Mains Paper 3: Economic Development| Indian Economy and issues relating to planning, mobilization of resources, growth, development and employment.
From UPSC perspective, the following things are important:
Prelims level: Basic knowledge of Public credit registry (PCR).
Mains level: The news-card analyses the issues and challenges in the establishment of a public credit registry (PCR), in a brief manner.
There has been demand by experts for the establishment of a public credit registry (PCR) in India.
According to them, building a robust and centralized credit information system will be able to bring transparency to the credit market that will allow borrowers to build up their “reputational collateral”, reward good borrowers and encourage credit discipline.
Issue with credit information system in India
India has a multiplicity of credit information repositories.
As a result, it is very difficult for lenders to form a comprehensive view of the indebtedness of potential borrowers as their credit information is dispersed across multiple entities.
Additionally, as the formats in which the data is required to be reported to each of these entities varies widely, there is no assurance about the quality of the data, even if it were to be aggregated.
Public Credit registry would remove these inconsistencies
A PCR that operates as the single point of mandatory reporting of credit information, would remove these inconsistencies.
And leading to improvements in data quality and offering a mechanism by which borrowers of all levels can establish the reputational collateral that is needed.
It would additionally allow lenders to distinguish between different types of borrowers, avoiding the pitfall of adverse selection where lenders overcharge low-risk borrowers and undercharge high-risk borrowers simply because they don’t have accurate data.
Establishing PCR: only one part of the solution
A registry of credit gives lenders an accurate snapshot of only the indebtedness of a borrower.
It provides no information as to that person’s financial assets.
In determining whether or not to grant a loan, lenders need to evaluate both the existing debt burden of the individual as well as the details of her financial asset portfolio to assure themselves that she will be able to service the loan.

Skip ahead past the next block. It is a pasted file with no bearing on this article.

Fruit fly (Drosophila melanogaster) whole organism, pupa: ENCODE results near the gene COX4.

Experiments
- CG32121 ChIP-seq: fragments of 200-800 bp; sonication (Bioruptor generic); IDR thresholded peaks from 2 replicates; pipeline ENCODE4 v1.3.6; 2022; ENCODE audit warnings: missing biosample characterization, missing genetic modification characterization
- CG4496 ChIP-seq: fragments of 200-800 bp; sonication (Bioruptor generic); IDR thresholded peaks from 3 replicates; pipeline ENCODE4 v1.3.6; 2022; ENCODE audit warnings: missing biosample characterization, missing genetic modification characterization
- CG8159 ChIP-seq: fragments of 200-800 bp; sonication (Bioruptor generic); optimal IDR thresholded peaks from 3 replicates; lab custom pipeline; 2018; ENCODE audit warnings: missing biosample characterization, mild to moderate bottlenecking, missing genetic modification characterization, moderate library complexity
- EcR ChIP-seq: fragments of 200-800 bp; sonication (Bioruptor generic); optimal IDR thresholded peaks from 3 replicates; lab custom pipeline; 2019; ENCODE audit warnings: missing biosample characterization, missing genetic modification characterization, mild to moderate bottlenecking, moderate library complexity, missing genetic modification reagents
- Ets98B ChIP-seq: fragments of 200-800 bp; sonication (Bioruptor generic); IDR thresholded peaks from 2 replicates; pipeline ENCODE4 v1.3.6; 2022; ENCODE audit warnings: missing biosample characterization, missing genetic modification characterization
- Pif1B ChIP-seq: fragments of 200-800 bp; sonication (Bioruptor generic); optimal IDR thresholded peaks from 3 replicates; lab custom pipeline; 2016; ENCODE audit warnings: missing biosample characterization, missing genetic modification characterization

At present, lenders meet this second requirement by asking for copies of bank statements and other financial assets of the borrower and then physically verifying the copies presented to them against original records.
The process is time-consuming and runs the risk of fraud.
What is required is a trusted, electronic system through which borrowers can provide lenders with verifiable information about their financial assets in an auditable, electronic format that is both accurate and up to date.
RBI’s Account aggregator infrastructure
It is with this in mind that the Reserve Bank of India is establishing the account aggregator infrastructure.
It is a digital architecture that offers borrowers a mechanism by which potential lenders can view their financial assets without compromising privacy and confidentiality.
Central to this construct is the account aggregator, a regulated third-party entity whose sole function will be to maintain and operate a trusted platform on which registered users can link details of their financial accounts, such as bank accounts, mutual funds and insurance accounts.
How this will work?
Whenever potential lenders need evidence of the financial assets of a potential borrower, they will have to issue an electronic request setting out details of the data sought and the purpose for which it will be used.
To limit the risk of over-consenting, lenders will only be able to request limited information for specified purposes using templates that have been designed keeping in mind principles of data minimization and purpose limitation.
Once this request has been received, the borrower can digitally consent to the specific request, thereby authorizing the account aggregator to extract the relevant information from the financial asset portfolio that has been linked.
Based on the authority of the digital consent artefact, the account aggregator will instruct the relevant financial institutions to issue digitally signed copies of the required information to the lender.
Some experts have aversion to an over-reliance on consent as a mechanism to safeguard privacy.
However, the electronic consent artefact contemplated in the account aggregator framework is not the same as the over-broad, confusingly worded terms of service that we most frequently encounter.
It is, to the contrary, a specific, one-time request for limited information, intended to be used for a clearly defined purpose.
As such, consent deployed in this manner is highly unlikely to be misconstrued and, as only a limited amount of data is provided, the risk of misuse is contained
As much as this construct achieves the objective of purpose limitation, there is no way to ensure that once financial data has been provided, the recipients will only use it for the purposes for which it was requested.
At present, there is no technological construct by which the data that has been provided using the account aggregator framework will automatically expire once its original purpose has been served.
Nothing stops lenders from retaining, and using, data long after its purpose is served.